There have also been difficulties inside the once state-owned airport operator now born again as the group covering airports, retailing - and soon trains. The takeover of Duty Free International in the US has so far not delivered the goods. Meanwhile, BAA now admits the Heathrow Express rail service will not bring clear profits in the first year as hoped.
However, all this is a bit harsh on BAA. Even though the share price has reflected the turbulence, the fact is that Sir John Regan, the chief executive, has brought his corporate craft quite smoothly into land with pre-tax profits up 17.9 per cent to pounds 480m.
Revenues rose from pounds 1,373m to pounds 1,679m in the 12 months to March while earnings per share rose 10.7 per cent to 35.3p, admittedly with the help of some exceptionals.
The bottom line results were on the better side of analysts' expectations. They were underpinned by stronger than anticipated UK passenger growth of 6.7 per cent which has led to next year's figure being upgraded to 6 per cent.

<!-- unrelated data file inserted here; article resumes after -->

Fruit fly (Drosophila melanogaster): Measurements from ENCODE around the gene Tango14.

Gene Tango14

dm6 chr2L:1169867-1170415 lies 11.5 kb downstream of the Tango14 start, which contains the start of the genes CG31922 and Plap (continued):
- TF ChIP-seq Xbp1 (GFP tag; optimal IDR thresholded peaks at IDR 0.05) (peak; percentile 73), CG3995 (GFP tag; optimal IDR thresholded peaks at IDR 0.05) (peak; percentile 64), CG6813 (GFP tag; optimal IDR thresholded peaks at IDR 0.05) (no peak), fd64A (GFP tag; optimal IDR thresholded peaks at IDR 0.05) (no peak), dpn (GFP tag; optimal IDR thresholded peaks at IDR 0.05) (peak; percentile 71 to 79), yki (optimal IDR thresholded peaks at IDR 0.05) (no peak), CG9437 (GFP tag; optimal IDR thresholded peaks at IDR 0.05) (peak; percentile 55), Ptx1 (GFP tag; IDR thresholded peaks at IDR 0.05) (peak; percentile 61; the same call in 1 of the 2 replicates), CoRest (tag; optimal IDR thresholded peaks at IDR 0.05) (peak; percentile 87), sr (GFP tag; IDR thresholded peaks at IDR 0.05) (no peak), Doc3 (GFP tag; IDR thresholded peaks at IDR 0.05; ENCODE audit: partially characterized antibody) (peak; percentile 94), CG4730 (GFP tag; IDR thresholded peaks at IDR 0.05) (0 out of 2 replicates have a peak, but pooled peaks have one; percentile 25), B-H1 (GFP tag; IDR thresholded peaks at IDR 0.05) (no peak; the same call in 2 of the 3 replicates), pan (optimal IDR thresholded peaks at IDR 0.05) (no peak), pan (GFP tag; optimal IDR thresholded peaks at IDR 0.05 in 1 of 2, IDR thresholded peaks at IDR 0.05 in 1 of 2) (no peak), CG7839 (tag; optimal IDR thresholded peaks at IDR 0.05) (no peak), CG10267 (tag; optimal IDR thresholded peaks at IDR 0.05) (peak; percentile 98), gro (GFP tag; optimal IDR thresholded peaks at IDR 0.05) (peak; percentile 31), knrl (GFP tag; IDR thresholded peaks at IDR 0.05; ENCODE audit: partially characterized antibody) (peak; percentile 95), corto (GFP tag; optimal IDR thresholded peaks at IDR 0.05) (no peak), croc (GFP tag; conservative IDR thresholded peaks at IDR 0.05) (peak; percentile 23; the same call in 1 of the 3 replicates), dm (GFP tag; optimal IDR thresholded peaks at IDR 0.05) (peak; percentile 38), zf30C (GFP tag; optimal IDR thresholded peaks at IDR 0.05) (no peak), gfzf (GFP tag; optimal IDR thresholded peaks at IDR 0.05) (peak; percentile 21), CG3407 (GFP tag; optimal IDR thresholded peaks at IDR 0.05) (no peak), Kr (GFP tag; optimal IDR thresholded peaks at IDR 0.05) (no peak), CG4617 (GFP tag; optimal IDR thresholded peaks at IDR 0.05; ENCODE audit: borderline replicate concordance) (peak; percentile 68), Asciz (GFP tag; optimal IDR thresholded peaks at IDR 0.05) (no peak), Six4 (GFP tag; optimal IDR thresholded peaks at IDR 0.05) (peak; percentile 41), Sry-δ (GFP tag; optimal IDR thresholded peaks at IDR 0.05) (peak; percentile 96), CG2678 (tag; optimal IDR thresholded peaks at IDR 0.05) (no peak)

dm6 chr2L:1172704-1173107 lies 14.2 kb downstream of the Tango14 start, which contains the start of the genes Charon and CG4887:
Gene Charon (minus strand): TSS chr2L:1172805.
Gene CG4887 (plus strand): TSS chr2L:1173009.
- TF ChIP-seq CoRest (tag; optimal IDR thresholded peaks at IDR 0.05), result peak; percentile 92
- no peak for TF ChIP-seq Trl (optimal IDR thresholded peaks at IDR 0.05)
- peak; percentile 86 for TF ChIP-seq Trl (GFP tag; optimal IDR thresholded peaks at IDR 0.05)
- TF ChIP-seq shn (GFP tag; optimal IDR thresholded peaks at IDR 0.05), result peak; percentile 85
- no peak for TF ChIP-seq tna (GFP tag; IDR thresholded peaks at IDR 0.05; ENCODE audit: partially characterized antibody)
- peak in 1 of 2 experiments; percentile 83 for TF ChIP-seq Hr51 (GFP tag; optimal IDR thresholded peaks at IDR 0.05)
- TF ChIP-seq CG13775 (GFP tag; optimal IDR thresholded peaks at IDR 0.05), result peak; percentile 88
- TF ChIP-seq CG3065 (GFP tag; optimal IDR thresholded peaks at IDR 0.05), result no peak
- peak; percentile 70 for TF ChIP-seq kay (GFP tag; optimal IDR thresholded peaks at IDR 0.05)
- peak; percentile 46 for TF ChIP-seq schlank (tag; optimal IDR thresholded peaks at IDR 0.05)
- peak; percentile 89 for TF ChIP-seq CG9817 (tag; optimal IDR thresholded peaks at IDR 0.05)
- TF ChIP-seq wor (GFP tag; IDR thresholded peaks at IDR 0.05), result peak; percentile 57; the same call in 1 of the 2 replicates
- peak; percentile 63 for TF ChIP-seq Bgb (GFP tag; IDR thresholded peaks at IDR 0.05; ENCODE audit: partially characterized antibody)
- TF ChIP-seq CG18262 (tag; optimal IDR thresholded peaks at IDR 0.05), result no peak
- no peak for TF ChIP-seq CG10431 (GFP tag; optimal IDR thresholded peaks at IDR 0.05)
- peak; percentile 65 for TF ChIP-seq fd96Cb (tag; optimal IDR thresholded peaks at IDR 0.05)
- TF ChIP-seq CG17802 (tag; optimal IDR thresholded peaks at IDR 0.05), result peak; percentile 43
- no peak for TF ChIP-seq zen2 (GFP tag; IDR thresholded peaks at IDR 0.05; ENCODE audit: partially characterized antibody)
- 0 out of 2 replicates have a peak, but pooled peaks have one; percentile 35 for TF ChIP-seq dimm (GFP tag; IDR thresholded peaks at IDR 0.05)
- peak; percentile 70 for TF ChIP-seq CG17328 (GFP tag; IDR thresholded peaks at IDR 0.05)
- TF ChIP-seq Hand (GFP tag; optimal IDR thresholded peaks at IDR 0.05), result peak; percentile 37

Last week's decision by EU finance ministers not to review the decision to end Duty Free next year was not unexpected, but it will blow an pounds 80m hole in future profits. Sir Roger admits the "fight is over" to keep EU Duty Free, but the strategic battle to find other ways of enhancing income is in its infancy.
The acquisition of DFI must still prove itself. BAA says the Asian crisis hit it hard but the future still looks bright. The move into managing four additional international airports including Naples and Melbourne already looks sound.
BAA has a decent underlying business but not one without risk. Analysts put the company's 1998 pre-tax profits at pounds 500m giving a forward multiple of 18.1. Investors already in there should hang on.